Each September since 2001, our thoughts have turned to terrorism, especially to its masterpiece enacted in the skies above New York, Pennsylvania and Washington, D.C. The events of September 11 radically altered life in these United States and plunged us into a global demi-war that may never be successfully concluded.
Yet for all of terrorism’s impact upon us, we know frightfully little about it. When did it originate? Where did it come from? Who are terrorists, and how do they operate? Are they all foreign agents, or could there be terrorists right here in our city?
Let’s find out together.
I’ve signed up to take Dr. Randall Law’s online course in the history of terrorism, starting September 8, and I think you ought to take it, too. Of course, because it originates from the campus of Birmingham-Southern College, this is no ordinary computer adventure, but a MOOC, which stands for Massive Open Online Course. It is Massive, for more than 300 people from all over the world have already signed up, Open because it’s free to all who wish to take it, and since it’s an Online Course, you can take the instruction at your own pace, in your own time. (Just because I’ll be viewing the modules at 2 a.m. doesn’t mean you have to.)
Although the professor’s last name is Law, that doesn’t qualify him automatically to lecture on terrorism, nor does the fact that his beard makes him look vaguely anarchic. I talked to the good doctor at length last week and found that the self-made expert knows whereof he speaks.
“While I was working on my graduate degrees, as a Russian historian, it was hard not to have your gaze directed to all the different forms of violence we’ve seen in modern Russian history,” he said. “I got my Ph.D. in 2001, and I had just started teaching full-time at the time of 9/11. Folks were asking, where did this come from, who is al-Qaeda, why do they hate us? From my graduate work, I didn’t have any special training in the Middle East or Islam, but I had begun to train myself about terrorism, so I threw myself into it. Before long, in 2003, I was teaching a course on the history of terrorism.”
So new was the subject that Law did not have a textbook to teach from, so he rectified that problem by writing one, called Terrorism: A History, which will go into its second edition in 2016. He has edited a large reference work on the subject and, a little closer to my recreational reading level, has written a number of op-ed pieces for periodicals. Writing to be understood by the general public involved, as he put it, “sometimes sanding off a lot of nuances to be able to make a broader point,” but he suggests it has made him a better overall communicator.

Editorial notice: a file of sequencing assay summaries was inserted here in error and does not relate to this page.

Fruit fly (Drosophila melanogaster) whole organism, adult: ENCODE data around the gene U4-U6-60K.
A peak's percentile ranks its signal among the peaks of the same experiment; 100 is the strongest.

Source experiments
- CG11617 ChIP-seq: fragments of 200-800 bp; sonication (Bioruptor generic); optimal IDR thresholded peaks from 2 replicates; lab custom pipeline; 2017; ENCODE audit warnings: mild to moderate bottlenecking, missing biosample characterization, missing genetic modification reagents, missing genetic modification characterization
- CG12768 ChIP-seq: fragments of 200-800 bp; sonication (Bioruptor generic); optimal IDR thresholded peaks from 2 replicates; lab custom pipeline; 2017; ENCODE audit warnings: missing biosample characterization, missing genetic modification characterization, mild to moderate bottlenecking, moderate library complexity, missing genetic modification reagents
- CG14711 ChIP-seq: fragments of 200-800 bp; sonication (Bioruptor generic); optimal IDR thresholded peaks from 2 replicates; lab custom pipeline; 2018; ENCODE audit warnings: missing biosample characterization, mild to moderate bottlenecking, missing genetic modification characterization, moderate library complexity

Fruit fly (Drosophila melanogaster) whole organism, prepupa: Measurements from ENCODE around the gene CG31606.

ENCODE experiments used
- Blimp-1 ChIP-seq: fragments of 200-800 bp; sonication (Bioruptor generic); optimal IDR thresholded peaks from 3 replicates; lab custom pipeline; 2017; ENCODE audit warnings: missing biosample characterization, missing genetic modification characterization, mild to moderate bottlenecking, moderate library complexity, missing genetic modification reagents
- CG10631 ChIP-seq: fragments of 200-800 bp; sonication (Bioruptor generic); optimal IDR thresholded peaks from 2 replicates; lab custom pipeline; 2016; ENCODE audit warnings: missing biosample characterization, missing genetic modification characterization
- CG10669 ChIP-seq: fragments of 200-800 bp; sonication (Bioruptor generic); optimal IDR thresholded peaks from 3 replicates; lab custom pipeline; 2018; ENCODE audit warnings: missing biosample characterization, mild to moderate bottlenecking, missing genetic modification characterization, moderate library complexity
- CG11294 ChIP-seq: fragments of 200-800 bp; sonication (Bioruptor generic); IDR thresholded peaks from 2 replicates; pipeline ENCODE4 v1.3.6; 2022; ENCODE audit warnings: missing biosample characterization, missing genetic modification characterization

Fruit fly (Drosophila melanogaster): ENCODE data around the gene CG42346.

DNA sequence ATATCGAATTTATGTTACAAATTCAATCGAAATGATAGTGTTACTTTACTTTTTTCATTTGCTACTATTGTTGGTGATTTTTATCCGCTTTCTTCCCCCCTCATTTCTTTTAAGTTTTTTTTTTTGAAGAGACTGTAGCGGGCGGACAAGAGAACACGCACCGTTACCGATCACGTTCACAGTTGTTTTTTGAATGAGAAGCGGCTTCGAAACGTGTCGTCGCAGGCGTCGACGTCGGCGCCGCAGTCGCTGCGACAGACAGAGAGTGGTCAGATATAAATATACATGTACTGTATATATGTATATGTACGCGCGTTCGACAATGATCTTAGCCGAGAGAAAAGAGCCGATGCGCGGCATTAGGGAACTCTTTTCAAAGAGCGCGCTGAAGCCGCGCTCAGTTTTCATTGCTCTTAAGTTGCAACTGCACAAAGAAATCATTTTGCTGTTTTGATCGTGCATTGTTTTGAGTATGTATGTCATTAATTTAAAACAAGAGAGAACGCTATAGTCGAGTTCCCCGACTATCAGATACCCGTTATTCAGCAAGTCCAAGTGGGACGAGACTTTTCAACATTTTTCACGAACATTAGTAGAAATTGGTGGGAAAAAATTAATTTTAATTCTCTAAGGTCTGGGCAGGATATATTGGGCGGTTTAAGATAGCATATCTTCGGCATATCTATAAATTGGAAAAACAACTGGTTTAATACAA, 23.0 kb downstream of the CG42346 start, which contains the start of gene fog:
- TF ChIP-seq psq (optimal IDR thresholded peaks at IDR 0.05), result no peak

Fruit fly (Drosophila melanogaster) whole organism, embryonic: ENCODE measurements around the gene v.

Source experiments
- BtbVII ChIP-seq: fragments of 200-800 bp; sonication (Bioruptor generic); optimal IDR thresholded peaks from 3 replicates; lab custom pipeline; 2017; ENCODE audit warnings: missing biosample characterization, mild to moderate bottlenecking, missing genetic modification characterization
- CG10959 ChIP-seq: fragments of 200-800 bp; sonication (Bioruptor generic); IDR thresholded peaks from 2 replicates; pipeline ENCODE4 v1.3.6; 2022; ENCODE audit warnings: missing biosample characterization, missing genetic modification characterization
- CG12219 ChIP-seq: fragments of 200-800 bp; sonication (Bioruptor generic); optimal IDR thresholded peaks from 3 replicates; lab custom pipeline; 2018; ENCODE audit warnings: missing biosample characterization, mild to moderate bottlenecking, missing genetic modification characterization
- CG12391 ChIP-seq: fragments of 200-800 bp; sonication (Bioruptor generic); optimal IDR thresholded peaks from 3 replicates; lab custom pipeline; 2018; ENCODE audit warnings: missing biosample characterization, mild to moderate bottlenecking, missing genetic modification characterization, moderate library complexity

There is a lot to learn about the hydra-headed subject of terrorism, especially the ways it has manifested itself right here in Birmingham. “The point that I make, in the classroom and in the online course, is that the most devastating terrorist group that’s had an impact in the Unites States is not al-Qaeda — it’s the [Ku Klux] Klan and related groups,” Law said. “It’s not an incidental impact. It’s part and parcel of the great American sin of racism.”
The history of terrorism extends from ancient history up until yesterday. Last week, for example, the world was stunned by images of the journalist James Foley, beheaded by operatives of the group called Islamic State, or ISIS. Law asserts that groups such as this represent a mutation in the DNA of terrorism.
“Their use of symbolic violence is taking place within a larger strategy of carrying out an insurrection. The Anarchists [a terrorist group active in the late 19th and early 20th centuries] never imagined that they were going to become the governing elite of a new state, whereas Islamic State, they aspire to it,” he said. “This is often a problem in the analysis of terrorism: it’s easy enough to see when it’s a sub-state group carrying out bombings in public places, but what happens when they aspire to actually rule? What then is the difference between terrorism and guerrilla warfare?”
Then there’s the specious notion that there can be a war on terrorism. Depending upon whose estimates one prefers, the United States has spent between one and four trillion-with-a-T dollars upon a global war on terror. Why might this have been a futile investment? “One of the basic points I make is that terrorism is not an ideology, it’s a tactic,” Law said. “We’re thrown off by the morphology of the word. We see that ‘ism’ and we imagine that terrorism should be somehow analogous to capitalism or Marxism. People don’t fight on behalf of terrorism, like they fight on behalf of democracy or socialism.”
What’s clear is that modern terrorism depends on old media and new to transmit its shock waves. Dr. Law cites a famous talking head to clarify the point: “Ted Koppel, who came to prominence on ABC’s Nightline during the Iran hostage crisis in the late 1970s, said terrorism is like the proverbial tree in the forest to a philosopher. If it falls and no one hears it, does it make a sound? It’s the same way with terrorism. If a so-called terroristic act is carried out, but it doesn’t garner a reaction, particularly if no media cover it, does it exist? Is it terrorism, then?”
The Birmingham-Southern MOOC on terrorism won’t provide a conclusive resolution of the problem. Indeed, that’s not what Dr. Randall Law intends: “What I always say is, I’m not giving answers. I’m just trying to get people who pay attention to ask better questions.”
To register, or to obtain more information about the course, click here.